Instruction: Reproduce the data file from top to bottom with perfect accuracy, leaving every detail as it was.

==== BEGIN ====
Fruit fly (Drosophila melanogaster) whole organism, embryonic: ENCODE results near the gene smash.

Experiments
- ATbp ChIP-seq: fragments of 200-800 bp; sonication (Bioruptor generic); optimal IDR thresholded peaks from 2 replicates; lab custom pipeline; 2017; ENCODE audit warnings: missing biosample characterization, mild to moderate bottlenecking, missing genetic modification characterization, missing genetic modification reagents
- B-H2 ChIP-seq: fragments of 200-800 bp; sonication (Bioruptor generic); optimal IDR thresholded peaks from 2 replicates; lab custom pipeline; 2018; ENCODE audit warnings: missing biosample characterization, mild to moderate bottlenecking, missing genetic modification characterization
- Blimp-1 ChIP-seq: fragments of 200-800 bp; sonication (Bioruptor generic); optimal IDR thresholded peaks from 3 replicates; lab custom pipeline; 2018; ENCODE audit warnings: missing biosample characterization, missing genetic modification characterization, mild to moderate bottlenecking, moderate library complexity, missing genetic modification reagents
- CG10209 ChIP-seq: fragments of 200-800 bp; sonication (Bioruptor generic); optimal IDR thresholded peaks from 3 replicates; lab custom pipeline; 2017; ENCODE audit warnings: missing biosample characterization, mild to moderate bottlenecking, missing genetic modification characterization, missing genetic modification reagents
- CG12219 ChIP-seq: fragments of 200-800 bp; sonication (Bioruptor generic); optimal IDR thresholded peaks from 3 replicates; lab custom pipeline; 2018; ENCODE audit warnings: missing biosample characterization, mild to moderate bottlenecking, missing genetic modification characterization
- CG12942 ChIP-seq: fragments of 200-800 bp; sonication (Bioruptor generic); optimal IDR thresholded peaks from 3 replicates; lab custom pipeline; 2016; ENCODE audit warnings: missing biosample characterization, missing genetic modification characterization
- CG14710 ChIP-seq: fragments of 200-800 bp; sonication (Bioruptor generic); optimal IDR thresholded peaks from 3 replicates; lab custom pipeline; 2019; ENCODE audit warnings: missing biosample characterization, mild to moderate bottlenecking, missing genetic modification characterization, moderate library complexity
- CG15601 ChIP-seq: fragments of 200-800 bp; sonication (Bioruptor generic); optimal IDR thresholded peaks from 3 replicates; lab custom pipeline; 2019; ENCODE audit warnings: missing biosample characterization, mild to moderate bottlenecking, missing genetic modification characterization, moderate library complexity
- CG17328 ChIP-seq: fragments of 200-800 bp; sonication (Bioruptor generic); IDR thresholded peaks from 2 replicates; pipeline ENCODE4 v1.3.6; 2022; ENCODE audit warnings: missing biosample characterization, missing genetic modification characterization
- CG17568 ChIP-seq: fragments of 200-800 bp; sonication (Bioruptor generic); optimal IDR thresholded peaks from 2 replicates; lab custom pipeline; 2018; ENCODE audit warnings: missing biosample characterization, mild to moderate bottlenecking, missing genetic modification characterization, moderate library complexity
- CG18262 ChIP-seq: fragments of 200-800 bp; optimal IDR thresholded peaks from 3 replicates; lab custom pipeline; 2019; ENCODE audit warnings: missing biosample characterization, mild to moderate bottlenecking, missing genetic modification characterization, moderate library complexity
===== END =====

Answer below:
Fruit fly (Drosophila melanogaster) whole organism, embryonic: ENCODE results near the gene smash.

Experiments
- ATbp ChIP-seq: fragments of 200-800 bp; sonication (Bioruptor generic); optimal IDR thresholded peaks from 2 replicates; lab custom pipeline; 2017; ENCODE audit warnings: missing biosample characterization, mild to moderate bottlenecking, missing genetic modification characterization, missing genetic modification reagents
- B-H2 ChIP-seq: fragments of 200-800 bp; sonication (Bioruptor generic); optimal IDR thresholded peaks from 2 replicates; lab custom pipeline; 2018; ENCODE audit warnings: missing biosample characterization, mild to moderate bottlenecking, missing genetic modification characterization
- Blimp-1 ChIP-seq: fragments of 200-800 bp; sonication (Bioruptor generic); optimal IDR thresholded peaks from 3 replicates; lab custom pipeline; 2018; ENCODE audit warnings: missing biosample characterization, missing genetic modification characterization, mild to moderate bottlenecking, moderate library complexity, missing genetic modification reagents
- CG10209 ChIP-seq: fragments of 200-800 bp; sonication (Bioruptor generic); optimal IDR thresholded peaks from 3 replicates; lab custom pipeline; 2017; ENCODE audit warnings: missing biosample characterization, mild to moderate bottlenecking, missing genetic modification characterization, missing genetic modification reagents
- CG12219 ChIP-seq: fragments of 200-800 bp; sonication (Bioruptor generic); optimal IDR thresholded peaks from 3 replicates; lab custom pipeline; 2018; ENCODE audit warnings: missing biosample characterization, mild to moderate bottlenecking, missing genetic modification characterization
- CG12942 ChIP-seq: fragments of 200-800 bp; sonication (Bioruptor generic); optimal IDR thresholded peaks from 3 replicates; lab custom pipeline; 2016; ENCODE audit warnings: missing biosample characterization, missing genetic modification characterization
- CG14710 ChIP-seq: fragments of 200-800 bp; sonication (Bioruptor generic); optimal IDR thresholded peaks from 3 replicates; lab custom pipeline; 2019; ENCODE audit warnings: missing biosample characterization, mild to moderate bottlenecking, missing genetic modification characterization, moderate library complexity
- CG15601 ChIP-seq: fragments of 200-800 bp; sonication (Bioruptor generic); optimal IDR thresholded peaks from 3 replicates; lab custom pipeline; 2019; ENCODE audit warnings: missing biosample characterization, mild to moderate bottlenecking, missing genetic modification characterization, moderate library complexity
- CG17328 ChIP-seq: fragments of 200-800 bp; sonication (Bioruptor generic); IDR thresholded peaks from 2 replicates; pipeline ENCODE4 v1.3.6; 2022; ENCODE audit warnings: missing biosample characterization, missing genetic modification characterization
- CG17568 ChIP-seq: fragments of 200-800 bp; sonication (Bioruptor generic); optimal IDR thresholded peaks from 2 replicates; lab custom pipeline; 2018; ENCODE audit warnings: missing biosample characterization, mild to moderate bottlenecking, missing genetic modification characterization, moderate library complexity
- CG18262 ChIP-seq: fragments of 200-800 bp; optimal IDR thresholded peaks from 3 replicates; lab custom pipeline; 2019; ENCODE audit warnings: missing biosample characterization, mild to moderate bottlenecking, missing genetic modification characterization, moderate library complexity